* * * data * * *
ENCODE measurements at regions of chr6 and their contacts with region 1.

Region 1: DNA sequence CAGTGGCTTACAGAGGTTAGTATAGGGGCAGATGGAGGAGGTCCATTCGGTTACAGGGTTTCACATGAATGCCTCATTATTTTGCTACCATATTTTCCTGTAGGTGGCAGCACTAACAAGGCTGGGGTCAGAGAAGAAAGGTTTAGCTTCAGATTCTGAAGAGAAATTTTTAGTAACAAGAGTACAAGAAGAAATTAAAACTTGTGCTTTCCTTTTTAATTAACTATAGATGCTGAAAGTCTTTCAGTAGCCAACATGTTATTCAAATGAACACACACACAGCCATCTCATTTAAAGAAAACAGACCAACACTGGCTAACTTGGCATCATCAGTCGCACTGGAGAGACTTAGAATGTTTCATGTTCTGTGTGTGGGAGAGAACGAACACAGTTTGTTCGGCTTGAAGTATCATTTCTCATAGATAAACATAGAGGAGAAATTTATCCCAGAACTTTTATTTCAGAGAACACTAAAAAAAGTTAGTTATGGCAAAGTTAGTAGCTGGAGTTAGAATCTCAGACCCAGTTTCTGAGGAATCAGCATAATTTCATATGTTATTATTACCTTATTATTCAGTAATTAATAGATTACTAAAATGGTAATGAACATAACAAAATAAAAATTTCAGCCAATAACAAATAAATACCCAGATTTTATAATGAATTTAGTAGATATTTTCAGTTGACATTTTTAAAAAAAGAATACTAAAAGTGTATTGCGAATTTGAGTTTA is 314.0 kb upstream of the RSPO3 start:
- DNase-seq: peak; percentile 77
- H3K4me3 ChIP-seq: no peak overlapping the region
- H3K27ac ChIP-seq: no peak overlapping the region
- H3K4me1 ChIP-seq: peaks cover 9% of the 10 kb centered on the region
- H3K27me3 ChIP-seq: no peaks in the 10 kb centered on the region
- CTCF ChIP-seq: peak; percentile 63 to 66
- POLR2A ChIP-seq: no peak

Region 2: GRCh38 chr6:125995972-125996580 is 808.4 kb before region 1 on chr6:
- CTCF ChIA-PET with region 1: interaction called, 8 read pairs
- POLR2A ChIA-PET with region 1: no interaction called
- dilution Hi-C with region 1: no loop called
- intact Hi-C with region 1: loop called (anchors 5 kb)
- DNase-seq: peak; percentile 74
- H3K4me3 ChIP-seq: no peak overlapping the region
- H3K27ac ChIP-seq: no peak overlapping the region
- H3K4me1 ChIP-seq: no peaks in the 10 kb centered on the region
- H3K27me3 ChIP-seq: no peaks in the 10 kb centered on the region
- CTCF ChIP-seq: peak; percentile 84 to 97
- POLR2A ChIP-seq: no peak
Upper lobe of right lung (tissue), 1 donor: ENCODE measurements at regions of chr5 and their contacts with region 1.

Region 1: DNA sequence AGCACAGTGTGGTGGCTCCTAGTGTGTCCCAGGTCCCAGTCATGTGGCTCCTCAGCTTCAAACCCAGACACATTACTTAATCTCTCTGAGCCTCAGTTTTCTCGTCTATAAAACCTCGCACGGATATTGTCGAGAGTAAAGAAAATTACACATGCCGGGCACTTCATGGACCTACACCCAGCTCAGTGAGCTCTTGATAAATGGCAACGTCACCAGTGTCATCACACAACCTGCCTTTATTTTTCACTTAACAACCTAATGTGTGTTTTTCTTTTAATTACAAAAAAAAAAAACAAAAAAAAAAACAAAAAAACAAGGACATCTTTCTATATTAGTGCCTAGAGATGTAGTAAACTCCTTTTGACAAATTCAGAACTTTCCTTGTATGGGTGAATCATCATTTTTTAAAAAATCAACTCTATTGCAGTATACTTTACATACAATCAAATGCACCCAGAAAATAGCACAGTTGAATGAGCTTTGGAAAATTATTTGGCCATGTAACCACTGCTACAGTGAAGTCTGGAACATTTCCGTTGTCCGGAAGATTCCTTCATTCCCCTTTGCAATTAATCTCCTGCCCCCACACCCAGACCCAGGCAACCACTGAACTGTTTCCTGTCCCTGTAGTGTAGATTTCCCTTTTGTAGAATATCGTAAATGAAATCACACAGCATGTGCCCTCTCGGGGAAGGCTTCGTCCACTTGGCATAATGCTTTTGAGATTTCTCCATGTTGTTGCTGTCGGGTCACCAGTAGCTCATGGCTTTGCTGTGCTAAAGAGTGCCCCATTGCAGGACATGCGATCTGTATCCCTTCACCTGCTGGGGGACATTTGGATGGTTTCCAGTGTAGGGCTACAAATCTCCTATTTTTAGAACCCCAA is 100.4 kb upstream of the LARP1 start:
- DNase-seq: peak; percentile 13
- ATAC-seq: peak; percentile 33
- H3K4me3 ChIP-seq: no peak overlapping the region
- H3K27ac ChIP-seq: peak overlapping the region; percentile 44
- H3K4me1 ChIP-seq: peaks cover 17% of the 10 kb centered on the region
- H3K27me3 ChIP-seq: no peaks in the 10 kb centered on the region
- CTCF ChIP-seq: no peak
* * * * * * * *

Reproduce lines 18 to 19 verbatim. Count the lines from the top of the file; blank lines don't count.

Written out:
- H3K4me1 ChIP-seq: no peaks in the 10 kb centered on the region
- H3K27me3 ChIP-seq: no peaks in the 10 kb centered on the region